Putting millions of years into perspective

September 26, 2019   ·   0 Comments

by Mark Pavilons

I’ve long known the truth about the Tooth Fairy. I even knew the Easter Bunny was a bit of a stretch.

But I was shocked recently to learn a couple of things that literally rocked my world, or at least the small portion of the couch I inhabit.

The universe, it seems, is 2 billion years younger than previously thought. 

New calculations suggest the universe could be a couple billion years younger than scientists estimated, and even younger than suggested by two other calculations published this year that trimmed hundreds of millions of years from the age of the cosmos.

What’s weird is in how the calculations were made. I always thought that mathematics was one of the constants in the universe – 1 plus 1 equals 2 – no matter what planet you’re on. Calculating stuff in the cosmos is really just guess work.

“We have large uncertainty for how the stars are moving in the galaxy,” said Inh Jee, of the Max Planck Institute in Germany, lead author of the study.

Scientists estimate the age of the universe by using the movement of stars to measure how fast it is expanding. If the universe is expanding faster, that means it got to its current size more quickly, and therefore must be younger.

The expansion rate, called the Hubble Constant, is one of the most important numbers in cosmology. A larger Hubble Constant makes for a faster-moving — and younger — universe.

The generally accepted age of the universe is 13.7 billion years, based on a Hubble Constant of 70. Jee’s team came up with a Hubble Constant of 82.4, which would put the age of the universe at around 11.4 billion years.

Jee used a concept called gravitational lensing, where gravity warps light and makes far away objects look closer. The team rely on a special type of that effect called time-delay lenses, using the changing brightness of distant objects to gather information for their calculations.

Another method of measurement is “temperature.” Our universe is expanding and cooling today, but in the past it was hotter and denser. So, scientists look at how far apart objects have become, and the brightness. The father you go back in time, the temperature gets hotter.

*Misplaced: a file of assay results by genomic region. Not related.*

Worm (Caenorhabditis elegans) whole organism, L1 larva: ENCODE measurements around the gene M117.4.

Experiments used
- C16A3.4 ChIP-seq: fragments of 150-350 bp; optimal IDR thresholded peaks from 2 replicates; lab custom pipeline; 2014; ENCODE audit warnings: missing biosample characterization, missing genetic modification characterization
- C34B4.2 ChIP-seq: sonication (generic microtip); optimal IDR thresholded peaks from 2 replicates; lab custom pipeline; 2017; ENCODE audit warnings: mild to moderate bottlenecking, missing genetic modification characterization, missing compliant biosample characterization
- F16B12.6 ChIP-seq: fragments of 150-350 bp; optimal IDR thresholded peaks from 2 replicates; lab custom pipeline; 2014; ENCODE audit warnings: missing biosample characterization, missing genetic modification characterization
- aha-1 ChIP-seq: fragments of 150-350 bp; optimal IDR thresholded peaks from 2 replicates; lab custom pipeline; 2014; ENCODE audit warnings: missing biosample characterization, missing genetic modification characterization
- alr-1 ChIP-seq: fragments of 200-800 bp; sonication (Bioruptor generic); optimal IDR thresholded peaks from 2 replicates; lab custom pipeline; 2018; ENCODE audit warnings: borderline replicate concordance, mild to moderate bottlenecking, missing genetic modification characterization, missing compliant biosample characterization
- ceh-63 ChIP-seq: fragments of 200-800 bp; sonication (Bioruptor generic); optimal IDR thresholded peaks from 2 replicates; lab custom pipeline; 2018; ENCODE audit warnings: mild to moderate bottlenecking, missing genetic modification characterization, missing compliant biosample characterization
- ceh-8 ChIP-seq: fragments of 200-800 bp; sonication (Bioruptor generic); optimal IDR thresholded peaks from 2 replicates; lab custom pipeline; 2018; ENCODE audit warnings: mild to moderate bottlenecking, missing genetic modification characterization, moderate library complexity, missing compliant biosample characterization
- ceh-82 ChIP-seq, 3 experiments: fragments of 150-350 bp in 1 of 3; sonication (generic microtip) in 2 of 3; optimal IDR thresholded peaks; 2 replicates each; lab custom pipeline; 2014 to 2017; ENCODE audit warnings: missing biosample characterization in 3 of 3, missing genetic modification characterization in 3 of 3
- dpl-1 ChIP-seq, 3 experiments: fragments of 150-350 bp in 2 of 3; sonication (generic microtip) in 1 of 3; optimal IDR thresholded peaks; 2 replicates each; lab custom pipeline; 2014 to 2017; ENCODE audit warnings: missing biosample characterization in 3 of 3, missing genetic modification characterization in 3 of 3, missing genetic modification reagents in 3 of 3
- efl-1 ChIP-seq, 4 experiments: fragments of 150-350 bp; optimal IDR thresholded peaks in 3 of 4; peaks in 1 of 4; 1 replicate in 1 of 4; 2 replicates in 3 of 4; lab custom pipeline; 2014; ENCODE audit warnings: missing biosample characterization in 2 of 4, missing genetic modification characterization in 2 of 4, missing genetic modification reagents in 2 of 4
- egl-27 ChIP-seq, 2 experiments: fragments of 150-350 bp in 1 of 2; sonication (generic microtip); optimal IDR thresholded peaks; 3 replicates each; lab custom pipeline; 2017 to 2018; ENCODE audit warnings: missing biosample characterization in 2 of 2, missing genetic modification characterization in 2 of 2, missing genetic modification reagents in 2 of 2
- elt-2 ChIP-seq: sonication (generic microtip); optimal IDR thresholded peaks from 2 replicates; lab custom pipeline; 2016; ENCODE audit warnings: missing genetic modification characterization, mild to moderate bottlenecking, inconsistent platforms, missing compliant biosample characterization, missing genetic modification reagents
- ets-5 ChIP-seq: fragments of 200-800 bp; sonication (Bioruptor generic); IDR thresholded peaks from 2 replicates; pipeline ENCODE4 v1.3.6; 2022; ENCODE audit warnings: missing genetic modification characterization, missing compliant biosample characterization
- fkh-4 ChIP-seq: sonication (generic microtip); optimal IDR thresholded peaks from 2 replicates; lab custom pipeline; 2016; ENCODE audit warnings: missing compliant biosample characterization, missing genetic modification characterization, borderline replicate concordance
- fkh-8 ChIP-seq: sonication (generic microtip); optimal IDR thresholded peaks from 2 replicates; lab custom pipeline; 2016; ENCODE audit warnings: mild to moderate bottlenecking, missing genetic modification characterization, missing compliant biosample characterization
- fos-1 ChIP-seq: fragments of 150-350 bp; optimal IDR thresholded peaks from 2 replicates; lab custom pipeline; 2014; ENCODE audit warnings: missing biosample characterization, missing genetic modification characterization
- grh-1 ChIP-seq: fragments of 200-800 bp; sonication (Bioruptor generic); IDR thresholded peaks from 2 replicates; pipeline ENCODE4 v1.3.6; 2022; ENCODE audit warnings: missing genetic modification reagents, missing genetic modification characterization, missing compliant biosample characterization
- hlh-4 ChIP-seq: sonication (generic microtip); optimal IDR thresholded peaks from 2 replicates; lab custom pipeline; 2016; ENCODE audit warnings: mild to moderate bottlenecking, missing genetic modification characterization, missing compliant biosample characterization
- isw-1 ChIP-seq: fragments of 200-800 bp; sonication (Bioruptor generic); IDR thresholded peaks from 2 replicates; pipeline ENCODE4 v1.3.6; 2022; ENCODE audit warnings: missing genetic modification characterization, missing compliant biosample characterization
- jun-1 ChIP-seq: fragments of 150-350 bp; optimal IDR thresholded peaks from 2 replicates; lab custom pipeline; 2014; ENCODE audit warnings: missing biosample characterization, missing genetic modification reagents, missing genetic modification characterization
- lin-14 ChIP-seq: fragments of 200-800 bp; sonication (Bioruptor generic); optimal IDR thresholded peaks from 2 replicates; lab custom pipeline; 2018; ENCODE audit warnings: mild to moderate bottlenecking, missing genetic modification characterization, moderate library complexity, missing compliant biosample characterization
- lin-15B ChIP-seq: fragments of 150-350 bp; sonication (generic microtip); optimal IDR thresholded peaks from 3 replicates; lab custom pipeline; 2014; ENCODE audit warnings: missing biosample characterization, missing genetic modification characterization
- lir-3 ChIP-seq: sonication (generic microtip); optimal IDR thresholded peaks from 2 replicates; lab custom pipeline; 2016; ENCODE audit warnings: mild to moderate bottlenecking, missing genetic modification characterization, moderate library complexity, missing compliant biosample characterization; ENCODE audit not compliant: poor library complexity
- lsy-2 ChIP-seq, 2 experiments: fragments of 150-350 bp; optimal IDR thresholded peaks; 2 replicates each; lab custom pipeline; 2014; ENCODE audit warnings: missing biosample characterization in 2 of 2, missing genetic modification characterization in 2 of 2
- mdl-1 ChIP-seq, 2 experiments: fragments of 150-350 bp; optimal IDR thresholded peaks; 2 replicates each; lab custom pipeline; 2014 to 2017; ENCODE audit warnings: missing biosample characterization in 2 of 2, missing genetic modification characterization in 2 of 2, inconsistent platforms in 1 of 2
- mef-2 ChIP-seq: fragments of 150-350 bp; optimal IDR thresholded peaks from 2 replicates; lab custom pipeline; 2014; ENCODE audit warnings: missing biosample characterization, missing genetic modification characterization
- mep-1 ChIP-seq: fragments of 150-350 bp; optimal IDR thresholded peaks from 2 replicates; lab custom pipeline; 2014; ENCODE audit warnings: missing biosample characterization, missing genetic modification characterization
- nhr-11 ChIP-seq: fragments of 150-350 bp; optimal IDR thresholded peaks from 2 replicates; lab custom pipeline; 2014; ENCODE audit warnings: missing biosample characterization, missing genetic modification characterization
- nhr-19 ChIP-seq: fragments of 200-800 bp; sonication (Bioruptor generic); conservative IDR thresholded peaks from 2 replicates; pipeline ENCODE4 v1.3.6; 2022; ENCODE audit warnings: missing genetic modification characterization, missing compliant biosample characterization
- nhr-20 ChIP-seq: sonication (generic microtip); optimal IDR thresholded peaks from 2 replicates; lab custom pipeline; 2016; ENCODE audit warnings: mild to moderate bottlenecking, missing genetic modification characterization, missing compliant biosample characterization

There’s a catch, of course. Most scientists peg the beginning with the hot, dense Big Bang.

Why is this important? Well, it all comes down to the nagging questions of existence. We tend to define ourselves by our lineage – our family tree – and how far it stretches. Well, without getting into too much science, we’re all part of the universe in that we’re made of cosmic particles sent out into space when our sun was formed so many billions of years ago. These particles combined to create the earth and everything on it, setting the stage for all life, including our own.

Okay, so knowing the exact date this happened may not seem all that critical to our daily lives. But it could, if we want to delve deeper into our cosmic existence and the questions – how did the universe form, what existed before it was born, is space infinite, will it all come to an end one day?

Whew. Do most people care about such things? No.

I have long found the concept of infinity to be quite perplexing. How do we wrap our heads about infinity – the endless expanse of time and space? Conversely, when we pass away, how does one comprehend nothingness, a lack of well, everything?

The alpha and the omega.

Enough about the eternity of all things.

I watched an episode of Nature of Things recently, where paleontologists now believe that the infamous Tyrannosaurus rex evolved into today’s large, flightless birds, like the ostrich. From Tristan Otto, one of the best-preserved Tyrannosaurus rex specimens in the world, experts postulated a few things, using new CT scan technology.

They were able to find new information about the animal’s sensory organs in that large head of his, along with more info about the giant’s gait and posture, which apparently are close to that of a bird. They even speculated that T. rex could have been multi-coloured and even have had a mane, like a lion!

Okay, so who cares about 65-million-year-old bones?

Let’s face it, dinosaurs are cool. Who didn’t have a plastic dino toy as a kid? I think I still have one or two to this day. To imagine that such interesting creatures roamed our world is so neat. Why were they so big? How did they evolve here? If they weren’t killed off, would they still be walking the earth today? Will we ever build a “Jurassic Park” like the movies?

For these answers we have to look at why paleontology is relevant.

This branch of science helps determine the evolutionary identity of living and past organisms. It helps to determine cause-and-effect relationships and how things changed over the eons. It can even help us understand the magnitude of climate change, something that’s quite apparent today.

Animal biology is based on actual evidence, not speculation. The bones talk. The dinosaurs were here, then they died out from a natural disaster. This can happen again if the conditions are right and the next species vanishing from the planet will be us.

Chances are we won’t be saddling up a T. rex anytime soon and taking one for a ride. As a correlation, I have witnessed a grown man riding an ostrich but that’s a story for another day!

Science, in general, is pretty cool because it not only gives us plenty to think about, it’s constantly revealing new things.

Maybe the cure to cancer lies in dinosaur DNA. Maybe our future depends on the cosmic winds that blow and the speed at which our world spins and the universe expands.

Maybe one day my great-grandchildren will sprout manes!



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